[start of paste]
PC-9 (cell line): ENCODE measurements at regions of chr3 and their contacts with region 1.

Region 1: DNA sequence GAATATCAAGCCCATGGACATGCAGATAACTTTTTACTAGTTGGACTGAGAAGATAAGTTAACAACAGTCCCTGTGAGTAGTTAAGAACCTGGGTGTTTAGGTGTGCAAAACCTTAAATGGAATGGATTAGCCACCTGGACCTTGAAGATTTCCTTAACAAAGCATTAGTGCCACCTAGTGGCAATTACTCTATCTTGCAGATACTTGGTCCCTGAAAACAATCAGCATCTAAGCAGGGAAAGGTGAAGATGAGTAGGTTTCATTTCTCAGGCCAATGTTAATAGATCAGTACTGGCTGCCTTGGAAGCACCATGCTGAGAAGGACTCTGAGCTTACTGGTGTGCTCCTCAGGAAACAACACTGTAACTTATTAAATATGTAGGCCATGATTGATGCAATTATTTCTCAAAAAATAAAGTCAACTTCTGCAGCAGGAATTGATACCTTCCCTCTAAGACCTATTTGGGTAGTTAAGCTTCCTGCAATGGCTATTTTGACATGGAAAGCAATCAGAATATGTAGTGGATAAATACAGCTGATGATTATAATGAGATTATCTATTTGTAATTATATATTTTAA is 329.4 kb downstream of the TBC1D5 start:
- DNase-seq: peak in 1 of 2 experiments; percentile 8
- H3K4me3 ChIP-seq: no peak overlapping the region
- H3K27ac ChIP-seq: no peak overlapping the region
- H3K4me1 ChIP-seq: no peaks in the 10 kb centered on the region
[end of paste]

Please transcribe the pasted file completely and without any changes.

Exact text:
PC-9 (cell line): ENCODE measurements at regions of chr3 and their contacts with region 1.

Region 1: DNA sequence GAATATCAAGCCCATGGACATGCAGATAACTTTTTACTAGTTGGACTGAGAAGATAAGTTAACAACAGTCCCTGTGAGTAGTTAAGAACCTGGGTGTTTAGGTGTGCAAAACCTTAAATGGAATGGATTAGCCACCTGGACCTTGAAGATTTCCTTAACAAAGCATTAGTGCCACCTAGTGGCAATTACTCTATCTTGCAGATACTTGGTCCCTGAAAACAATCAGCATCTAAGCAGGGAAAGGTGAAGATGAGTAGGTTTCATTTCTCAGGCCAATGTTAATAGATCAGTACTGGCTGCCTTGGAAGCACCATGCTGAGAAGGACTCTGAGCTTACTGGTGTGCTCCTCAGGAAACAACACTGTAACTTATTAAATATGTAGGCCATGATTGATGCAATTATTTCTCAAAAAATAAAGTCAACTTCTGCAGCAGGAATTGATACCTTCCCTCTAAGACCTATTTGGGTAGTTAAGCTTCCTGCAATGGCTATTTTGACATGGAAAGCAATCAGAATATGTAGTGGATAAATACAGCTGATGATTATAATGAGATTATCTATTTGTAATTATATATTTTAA is 329.4 kb downstream of the TBC1D5 start:
- DNase-seq: peak in 1 of 2 experiments; percentile 8
- H3K4me3 ChIP-seq: no peak overlapping the region
- H3K27ac ChIP-seq: no peak overlapping the region
- H3K4me1 ChIP-seq: no peaks in the 10 kb centered on the region